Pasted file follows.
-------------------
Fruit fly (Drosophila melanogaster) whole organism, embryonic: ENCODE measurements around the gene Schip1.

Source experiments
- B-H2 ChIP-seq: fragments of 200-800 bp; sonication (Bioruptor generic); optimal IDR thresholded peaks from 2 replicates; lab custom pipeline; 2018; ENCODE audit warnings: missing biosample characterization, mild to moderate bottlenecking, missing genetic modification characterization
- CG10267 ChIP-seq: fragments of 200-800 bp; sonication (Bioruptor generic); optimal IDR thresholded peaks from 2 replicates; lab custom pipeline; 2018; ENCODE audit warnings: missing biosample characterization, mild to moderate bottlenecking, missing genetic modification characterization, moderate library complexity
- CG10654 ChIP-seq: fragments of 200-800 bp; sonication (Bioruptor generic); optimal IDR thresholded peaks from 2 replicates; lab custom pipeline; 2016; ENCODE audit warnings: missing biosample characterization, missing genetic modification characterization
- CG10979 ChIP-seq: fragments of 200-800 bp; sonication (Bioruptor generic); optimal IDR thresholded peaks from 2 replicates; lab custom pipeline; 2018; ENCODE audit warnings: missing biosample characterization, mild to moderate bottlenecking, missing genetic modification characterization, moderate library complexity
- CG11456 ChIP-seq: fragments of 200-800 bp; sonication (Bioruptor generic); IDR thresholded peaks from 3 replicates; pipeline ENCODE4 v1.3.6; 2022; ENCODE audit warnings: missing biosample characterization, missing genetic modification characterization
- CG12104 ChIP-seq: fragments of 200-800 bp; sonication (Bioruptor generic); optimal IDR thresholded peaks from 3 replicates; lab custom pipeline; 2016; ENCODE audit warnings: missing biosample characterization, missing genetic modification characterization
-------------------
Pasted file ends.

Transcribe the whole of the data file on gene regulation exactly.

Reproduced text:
Fruit fly (Drosophila melanogaster) whole organism, embryonic: ENCODE measurements around the gene Schip1.

Source experiments
- B-H2 ChIP-seq: fragments of 200-800 bp; sonication (Bioruptor generic); optimal IDR thresholded peaks from 2 replicates; lab custom pipeline; 2018; ENCODE audit warnings: missing biosample characterization, mild to moderate bottlenecking, missing genetic modification characterization
- CG10267 ChIP-seq: fragments of 200-800 bp; sonication (Bioruptor generic); optimal IDR thresholded peaks from 2 replicates; lab custom pipeline; 2018; ENCODE audit warnings: missing biosample characterization, mild to moderate bottlenecking, missing genetic modification characterization, moderate library complexity
- CG10654 ChIP-seq: fragments of 200-800 bp; sonication (Bioruptor generic); optimal IDR thresholded peaks from 2 replicates; lab custom pipeline; 2016; ENCODE audit warnings: missing biosample characterization, missing genetic modification characterization
- CG10979 ChIP-seq: fragments of 200-800 bp; sonication (Bioruptor generic); optimal IDR thresholded peaks from 2 replicates; lab custom pipeline; 2018; ENCODE audit warnings: missing biosample characterization, mild to moderate bottlenecking, missing genetic modification characterization, moderate library complexity
- CG11456 ChIP-seq: fragments of 200-800 bp; sonication (Bioruptor generic); IDR thresholded peaks from 3 replicates; pipeline ENCODE4 v1.3.6; 2022; ENCODE audit warnings: missing biosample characterization, missing genetic modification characterization
- CG12104 ChIP-seq: fragments of 200-800 bp; sonication (Bioruptor generic); optimal IDR thresholded peaks from 3 replicates; lab custom pipeline; 2016; ENCODE audit warnings: missing biosample characterization, missing genetic modification characterization